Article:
FIG. 5 shows a expanded view of the SAP 68 in the Internet layer 70 that is used by the application layer 66 to send and receive data from the Internet layer 70. In the preferred embodiment of the present invention, the application layer 66 is provided via the SAP 68 a set of reentrant functions (also called procedures, subroutines, etc., and hereinafter called functions) in an Internet API 86 included in a Windows® 95 dynamic link library file (DLL) called WININET.DLL. However, the Internet API functions could also be stored in other types of files with other names. Dynamic link library files provide reentrant function libraries that applications link to and call as regular function calls. The SAP 68 provides an additional software layer 86 between the application layer 66 and the transport layer 76 within the Internet layer 70.
Typically only one copy of any DLL is stored on a given computer. The functions on the DLL are called by any application which defines services provided by functions in the DLL. Dynamic link libraries are known and understood by those skilled in the art. In contrast, as is known in the art, standard libraries of functions can be created and linked to an application program. However, standard function libraries known in the art are typically not reentrant, and every application program which desires to use the standard function library links in its own copy of the function library. This significantly increases the overall size of the application program, and may result in multiple copies of the same function library linked to a number of different application programs. This wastes computer system resources (e.g., memory, secondary storage, etc.).
Functions in the WININET.DLL in the SAP 68 use sockets as a communication facility SAP 88 to communicate with the Internet layer 70. Sockets are an inter-process communication facility developed for the UNIX® operating system, and are known in the art. The socket functions 90 are included in a dynamic link library file called WSOCK32.DLL. The WSOCK32.DLL includes standard 32-bit socket functions, and a UNIX®-style sockets interface for networking. However, other communication facilities (e.g., named pipes, etc.) could also be used for the SAP 88, as well as other socket function libraries, file types and file names to store the socket functions.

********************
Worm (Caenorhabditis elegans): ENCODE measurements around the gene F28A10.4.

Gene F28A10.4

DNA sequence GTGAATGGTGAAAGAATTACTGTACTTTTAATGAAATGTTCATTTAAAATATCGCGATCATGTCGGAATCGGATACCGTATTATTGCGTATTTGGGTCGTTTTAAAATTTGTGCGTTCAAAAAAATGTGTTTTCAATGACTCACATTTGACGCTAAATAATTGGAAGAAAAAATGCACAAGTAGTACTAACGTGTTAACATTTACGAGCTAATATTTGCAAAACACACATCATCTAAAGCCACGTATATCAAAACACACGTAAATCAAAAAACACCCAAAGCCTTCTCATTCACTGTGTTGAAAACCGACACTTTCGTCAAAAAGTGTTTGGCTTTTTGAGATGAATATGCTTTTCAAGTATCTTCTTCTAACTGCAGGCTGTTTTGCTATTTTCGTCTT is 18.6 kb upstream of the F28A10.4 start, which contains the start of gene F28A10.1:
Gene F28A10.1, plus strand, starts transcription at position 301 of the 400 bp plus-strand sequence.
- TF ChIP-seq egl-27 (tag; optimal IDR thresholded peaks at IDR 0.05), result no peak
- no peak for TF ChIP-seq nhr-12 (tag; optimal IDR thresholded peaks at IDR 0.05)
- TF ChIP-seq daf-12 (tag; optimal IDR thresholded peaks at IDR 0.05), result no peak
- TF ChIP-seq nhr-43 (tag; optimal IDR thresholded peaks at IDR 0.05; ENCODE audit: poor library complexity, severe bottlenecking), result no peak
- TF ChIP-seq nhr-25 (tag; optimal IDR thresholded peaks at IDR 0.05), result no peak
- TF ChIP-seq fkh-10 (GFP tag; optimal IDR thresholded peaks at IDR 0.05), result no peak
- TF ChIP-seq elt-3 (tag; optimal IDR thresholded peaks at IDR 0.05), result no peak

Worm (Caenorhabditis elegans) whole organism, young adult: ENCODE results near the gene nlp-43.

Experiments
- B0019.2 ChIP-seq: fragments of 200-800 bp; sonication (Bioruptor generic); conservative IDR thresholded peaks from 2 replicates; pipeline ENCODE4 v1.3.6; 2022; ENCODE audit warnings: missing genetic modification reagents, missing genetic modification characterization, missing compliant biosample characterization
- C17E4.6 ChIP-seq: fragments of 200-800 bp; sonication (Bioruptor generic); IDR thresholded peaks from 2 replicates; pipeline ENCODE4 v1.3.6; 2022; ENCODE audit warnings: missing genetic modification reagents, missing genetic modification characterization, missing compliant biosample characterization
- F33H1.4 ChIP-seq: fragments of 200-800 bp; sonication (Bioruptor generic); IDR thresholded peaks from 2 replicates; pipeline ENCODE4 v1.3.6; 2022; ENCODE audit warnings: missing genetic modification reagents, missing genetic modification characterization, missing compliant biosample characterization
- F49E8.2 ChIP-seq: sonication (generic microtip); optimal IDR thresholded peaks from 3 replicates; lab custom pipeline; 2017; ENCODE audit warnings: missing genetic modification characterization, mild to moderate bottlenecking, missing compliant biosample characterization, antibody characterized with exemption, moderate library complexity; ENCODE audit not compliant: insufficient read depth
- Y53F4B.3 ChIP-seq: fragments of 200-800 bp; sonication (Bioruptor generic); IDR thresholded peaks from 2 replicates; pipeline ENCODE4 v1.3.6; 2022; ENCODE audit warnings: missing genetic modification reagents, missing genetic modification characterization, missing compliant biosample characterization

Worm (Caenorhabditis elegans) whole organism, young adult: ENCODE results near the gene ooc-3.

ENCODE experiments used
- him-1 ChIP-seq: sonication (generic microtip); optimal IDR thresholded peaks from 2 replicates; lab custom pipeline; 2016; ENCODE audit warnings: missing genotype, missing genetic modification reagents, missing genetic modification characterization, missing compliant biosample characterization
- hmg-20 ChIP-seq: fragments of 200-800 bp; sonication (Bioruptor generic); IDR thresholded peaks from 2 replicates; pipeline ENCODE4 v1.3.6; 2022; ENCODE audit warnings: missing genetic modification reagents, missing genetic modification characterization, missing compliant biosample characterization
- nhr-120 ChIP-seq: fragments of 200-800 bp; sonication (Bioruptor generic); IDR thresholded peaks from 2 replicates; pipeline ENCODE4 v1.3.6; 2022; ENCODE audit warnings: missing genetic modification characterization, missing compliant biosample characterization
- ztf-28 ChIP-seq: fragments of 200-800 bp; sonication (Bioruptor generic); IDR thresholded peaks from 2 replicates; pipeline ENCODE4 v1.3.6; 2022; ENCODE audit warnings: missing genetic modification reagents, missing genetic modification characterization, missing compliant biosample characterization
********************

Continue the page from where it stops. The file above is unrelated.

The reentrant functions provide a clean and concise interface to the Internet or other computer networks (e.g., a Local Area Network or intranet) for an application program using file system semantics (e.g., InternetOpenUrl()≈OpenFile(), InternetReadFile()≈ReadFile( ), InternetWriteFile ()≈WriteFile(), etc.). The reentrant Internet API have a logical syntax, functionality, structure and organization that parallels file system operations (ReadFile(), WriteFile(), OpenFile, CloseFile(), etc.) that are well known in the art. The file system semantics used in the Internet API abstract a large number of network connection details to the level of file system commands. Thus, the Internet API functions allow a developer to focus on developing a networking application instead of handling all the network connection details.
This is not the case for other libraries of networking functions known in the art. These libraries which are not based on file system semantics require a developer to become familiar with and use a large number of unique function names to develop networking applications. For example, using the Internet API, a developer need only use and remember a single function call (e.g., FtpOpenFile()) to open a FTP file on a computer network. However, a networking library not based on file system semantics may require the developer remember multiple function calls to open an FTP file. (e.g., individual function calls to set the directory access, set up the file open to use FTP protocol, set up file open format, etc.) In addition to remembering multiple function call names, the developer must manage the details (e.g., sending the proper arguments to each of the functions, checking the return value from each of the functions, handling errors, etc.) for each of the multiple function calls within the application being created if such libraries are used.
In contrast, the Internet API eliminates many of the problems just described by providing a limited number of reentrant functions calls based on file system semantics. In addition, a number of the Internet API functions provide multiple networking operations within a single networking function based on file system semantics. This further reduces the number of Internet API function calls a developer must remember or use to accomplish a desired goal in a networking application.
The reentrant functions (i.e., the Internet API functions) organized with file system semantics included within the WININET.DLL are shown in Table 1. A full explanation of each functions and its arguments can be found in Appendix A.